August 5, 2011

In the sport of basketball players are constantly faced with the choice of whether to shoot for the hoop when a shot opportunity arises or to hold on to the ball and hope a better opportunity will arise. Now a theoretical ...

#### Heads up Kobe Bryant! Research shows that trying for another 3-pointer is a mistake

December 7, 2011

Basketball fans everywhere recognize the following scenario: Their favorite player scores a three-point shot. A short time later he regains control of the ball. But does the fact that he scored the last time make him more ...

#### Optimal basketball shooting rate proposed based on mathematical model

January 25, 2012

NBA players may be too conservative with their shots, according to a comparison with a theoretical model describing shot selection reported Jan. 25 in the online journal PLoS ONE.

#### Defensive role swaps prove predictive of 3-point success

February 27, 2014

Everyone knows a basketball player is more likely to miss a three-point shot if a defender is in his face, but a new automated method for analyzing team formations, created by Disney Research Pittsburgh, shows how players ...

## Recommended for you

#### Squishy transistors—a device concept for fast, low-power electronics

September 4, 2015

An international team of researchers from the National Physical Laboratory (NPL), IBM, the University of Edinburgh and Auburn University have shown that a new device concept - a 'squishy' transistor - can overcome the predicted ...

#### New OLED findings move flexible lighting technology toward commercial feasibility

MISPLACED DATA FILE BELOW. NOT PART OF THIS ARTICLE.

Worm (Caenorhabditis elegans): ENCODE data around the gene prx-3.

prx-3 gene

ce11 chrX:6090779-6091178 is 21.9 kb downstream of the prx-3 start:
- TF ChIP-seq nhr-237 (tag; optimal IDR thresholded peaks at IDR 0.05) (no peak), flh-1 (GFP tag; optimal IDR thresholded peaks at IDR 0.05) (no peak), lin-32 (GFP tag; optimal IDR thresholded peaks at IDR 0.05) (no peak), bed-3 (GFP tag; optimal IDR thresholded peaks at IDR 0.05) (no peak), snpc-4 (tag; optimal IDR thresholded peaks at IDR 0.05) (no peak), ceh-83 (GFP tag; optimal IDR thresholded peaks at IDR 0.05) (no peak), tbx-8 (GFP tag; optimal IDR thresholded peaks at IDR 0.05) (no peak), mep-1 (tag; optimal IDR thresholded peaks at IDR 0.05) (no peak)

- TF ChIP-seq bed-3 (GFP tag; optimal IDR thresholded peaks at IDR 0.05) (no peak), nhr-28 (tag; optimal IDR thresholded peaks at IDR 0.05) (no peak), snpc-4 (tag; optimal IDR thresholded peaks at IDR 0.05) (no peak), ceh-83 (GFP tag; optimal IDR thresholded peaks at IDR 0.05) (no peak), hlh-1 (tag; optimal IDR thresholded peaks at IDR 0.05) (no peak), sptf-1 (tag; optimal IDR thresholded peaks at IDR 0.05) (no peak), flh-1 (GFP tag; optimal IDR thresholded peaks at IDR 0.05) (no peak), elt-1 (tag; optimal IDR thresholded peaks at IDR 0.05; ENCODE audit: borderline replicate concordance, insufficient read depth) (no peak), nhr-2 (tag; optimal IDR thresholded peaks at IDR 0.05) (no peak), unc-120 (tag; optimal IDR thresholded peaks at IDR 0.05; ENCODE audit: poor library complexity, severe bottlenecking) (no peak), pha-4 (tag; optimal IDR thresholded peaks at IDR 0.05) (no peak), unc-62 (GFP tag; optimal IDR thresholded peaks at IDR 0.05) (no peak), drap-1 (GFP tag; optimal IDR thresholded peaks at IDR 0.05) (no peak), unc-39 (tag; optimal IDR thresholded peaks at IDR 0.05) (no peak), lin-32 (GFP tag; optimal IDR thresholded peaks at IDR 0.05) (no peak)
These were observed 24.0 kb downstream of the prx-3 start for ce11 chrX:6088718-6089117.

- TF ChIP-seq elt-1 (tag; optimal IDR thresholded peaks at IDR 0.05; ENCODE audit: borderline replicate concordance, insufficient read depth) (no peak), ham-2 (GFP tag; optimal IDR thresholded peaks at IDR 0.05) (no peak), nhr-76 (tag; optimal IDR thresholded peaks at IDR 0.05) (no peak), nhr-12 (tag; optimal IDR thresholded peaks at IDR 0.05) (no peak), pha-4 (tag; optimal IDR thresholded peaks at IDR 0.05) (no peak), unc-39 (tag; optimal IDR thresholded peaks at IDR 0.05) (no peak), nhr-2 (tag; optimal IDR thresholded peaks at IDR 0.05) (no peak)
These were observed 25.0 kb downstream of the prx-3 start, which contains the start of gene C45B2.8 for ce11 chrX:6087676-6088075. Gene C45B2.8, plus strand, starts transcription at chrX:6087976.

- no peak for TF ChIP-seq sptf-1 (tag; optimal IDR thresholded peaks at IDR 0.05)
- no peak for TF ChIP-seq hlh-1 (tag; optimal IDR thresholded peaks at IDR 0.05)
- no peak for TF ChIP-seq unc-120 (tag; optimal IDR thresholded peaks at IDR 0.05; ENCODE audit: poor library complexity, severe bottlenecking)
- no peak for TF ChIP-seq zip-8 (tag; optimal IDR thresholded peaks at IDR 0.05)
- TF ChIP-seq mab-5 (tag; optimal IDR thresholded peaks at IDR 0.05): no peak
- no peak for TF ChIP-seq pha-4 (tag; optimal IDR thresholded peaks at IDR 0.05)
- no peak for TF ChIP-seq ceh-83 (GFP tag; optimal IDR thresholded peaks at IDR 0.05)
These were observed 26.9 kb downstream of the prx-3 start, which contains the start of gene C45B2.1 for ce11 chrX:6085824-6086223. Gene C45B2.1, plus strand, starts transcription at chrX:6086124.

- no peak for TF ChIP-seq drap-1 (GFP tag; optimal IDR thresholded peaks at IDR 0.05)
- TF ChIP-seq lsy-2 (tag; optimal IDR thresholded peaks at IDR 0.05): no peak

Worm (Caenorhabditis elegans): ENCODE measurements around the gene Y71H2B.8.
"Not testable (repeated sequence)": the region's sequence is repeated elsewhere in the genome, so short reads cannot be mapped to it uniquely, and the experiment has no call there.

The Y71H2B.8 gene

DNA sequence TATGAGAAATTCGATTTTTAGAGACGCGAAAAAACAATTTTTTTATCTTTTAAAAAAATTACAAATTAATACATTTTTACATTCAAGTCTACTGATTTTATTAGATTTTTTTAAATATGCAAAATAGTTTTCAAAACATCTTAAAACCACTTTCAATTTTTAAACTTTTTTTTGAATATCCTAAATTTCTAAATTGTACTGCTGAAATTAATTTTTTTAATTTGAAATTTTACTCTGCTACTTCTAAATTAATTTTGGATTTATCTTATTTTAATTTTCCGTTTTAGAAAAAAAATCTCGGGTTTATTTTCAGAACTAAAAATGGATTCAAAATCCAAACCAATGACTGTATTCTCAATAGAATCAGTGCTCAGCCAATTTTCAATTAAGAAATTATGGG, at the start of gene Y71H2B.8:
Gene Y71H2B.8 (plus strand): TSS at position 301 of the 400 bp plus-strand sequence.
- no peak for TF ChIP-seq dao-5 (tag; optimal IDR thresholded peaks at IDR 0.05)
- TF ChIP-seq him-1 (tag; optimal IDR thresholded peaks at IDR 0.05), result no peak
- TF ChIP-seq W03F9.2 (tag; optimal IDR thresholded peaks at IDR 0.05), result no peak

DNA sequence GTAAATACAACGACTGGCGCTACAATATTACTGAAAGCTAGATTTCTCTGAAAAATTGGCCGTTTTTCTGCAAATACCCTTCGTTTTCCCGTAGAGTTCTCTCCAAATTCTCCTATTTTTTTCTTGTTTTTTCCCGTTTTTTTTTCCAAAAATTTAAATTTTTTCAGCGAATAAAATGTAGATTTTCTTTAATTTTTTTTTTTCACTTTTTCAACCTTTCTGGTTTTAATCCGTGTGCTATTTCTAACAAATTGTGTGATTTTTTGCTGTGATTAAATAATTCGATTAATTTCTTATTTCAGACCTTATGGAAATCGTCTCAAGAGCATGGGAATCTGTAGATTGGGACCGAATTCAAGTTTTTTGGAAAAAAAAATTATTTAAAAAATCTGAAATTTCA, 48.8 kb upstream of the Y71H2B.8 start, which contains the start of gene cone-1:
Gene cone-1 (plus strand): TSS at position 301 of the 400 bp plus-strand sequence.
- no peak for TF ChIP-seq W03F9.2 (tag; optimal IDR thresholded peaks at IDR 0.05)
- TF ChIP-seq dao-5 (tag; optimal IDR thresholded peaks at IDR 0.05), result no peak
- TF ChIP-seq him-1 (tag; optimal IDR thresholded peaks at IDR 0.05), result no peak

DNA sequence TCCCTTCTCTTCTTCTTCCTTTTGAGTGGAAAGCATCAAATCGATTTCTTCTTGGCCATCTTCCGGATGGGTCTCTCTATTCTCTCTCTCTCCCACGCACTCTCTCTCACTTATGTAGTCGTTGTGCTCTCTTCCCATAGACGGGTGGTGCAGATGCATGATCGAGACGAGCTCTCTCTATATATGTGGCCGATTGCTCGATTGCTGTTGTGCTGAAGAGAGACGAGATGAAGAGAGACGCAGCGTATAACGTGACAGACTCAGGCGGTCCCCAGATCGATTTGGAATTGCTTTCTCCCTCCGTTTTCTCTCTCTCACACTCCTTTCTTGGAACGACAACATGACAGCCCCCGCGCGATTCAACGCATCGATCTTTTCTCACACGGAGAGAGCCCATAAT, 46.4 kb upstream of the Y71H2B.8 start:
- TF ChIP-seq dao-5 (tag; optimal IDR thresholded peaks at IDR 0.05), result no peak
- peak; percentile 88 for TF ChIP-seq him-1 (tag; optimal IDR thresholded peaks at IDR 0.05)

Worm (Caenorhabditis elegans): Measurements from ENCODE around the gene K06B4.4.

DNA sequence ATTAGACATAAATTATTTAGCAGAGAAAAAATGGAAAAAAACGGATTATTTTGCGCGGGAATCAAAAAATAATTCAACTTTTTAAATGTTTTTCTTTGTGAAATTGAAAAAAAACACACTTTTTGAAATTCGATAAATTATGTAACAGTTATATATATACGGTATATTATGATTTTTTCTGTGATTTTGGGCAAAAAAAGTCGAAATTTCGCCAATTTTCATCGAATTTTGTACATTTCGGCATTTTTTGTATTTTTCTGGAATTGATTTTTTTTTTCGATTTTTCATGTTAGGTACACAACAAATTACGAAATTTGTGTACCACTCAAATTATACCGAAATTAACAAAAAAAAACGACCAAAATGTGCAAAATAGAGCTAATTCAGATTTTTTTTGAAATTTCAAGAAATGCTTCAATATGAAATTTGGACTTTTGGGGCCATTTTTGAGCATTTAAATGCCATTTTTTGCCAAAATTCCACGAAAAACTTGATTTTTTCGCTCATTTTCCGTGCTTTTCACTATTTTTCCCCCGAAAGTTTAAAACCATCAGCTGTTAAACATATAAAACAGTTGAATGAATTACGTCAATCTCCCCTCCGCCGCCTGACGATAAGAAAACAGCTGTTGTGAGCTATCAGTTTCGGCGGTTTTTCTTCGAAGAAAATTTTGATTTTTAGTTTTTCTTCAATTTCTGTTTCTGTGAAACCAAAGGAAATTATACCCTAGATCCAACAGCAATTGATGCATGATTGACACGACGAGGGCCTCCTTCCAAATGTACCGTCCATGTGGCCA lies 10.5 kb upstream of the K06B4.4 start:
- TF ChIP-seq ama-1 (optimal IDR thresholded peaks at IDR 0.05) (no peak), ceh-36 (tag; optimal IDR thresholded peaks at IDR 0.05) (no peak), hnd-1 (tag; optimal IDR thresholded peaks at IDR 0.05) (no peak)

September 4, 2015

Imagine illuminating your home or business with flat, inexpensive panels that are environmentally friendly, easy on your eyes, and energy-efficient because they create minimal heat.

#### 'Littlest' quark-gluon plasma revealed by physicists using Large Hadron Collider

September 3, 2015

Researchers at the University of Kansas working with an international team at the Large Hadron Collider have produced quark-gluon plasma—a state of matter thought to have existed right at the birth of the universe—with ...

#### X-ray study provides direct look at magnetic property critical to spintronics

September 4, 2015

Researchers at the Department of Energy's SLAC National Accelerator Laboratory have for the first time seen a spin current – an inherent magnetic property common to all electrons – as it travels across materials. The ...

#### Long-sought chiral anomaly detected in crystalline material

September 3, 2015

A study by Princeton researchers presents evidence for a long-sought phenomenon—first theorized in the 1960s and predicted to be found in crystals in 1983—called the "chiral anomaly" in a metallic compound of sodium and ...

#### New law implies thermodynamic time runs backwards inside black holes

September 3, 2015

(Phys.org)—Black holes are known to have many strange properties, such as that they allow nothing—not even light—to escape after falling in. A lesser known but equally bizarre property is that black holes appear to ...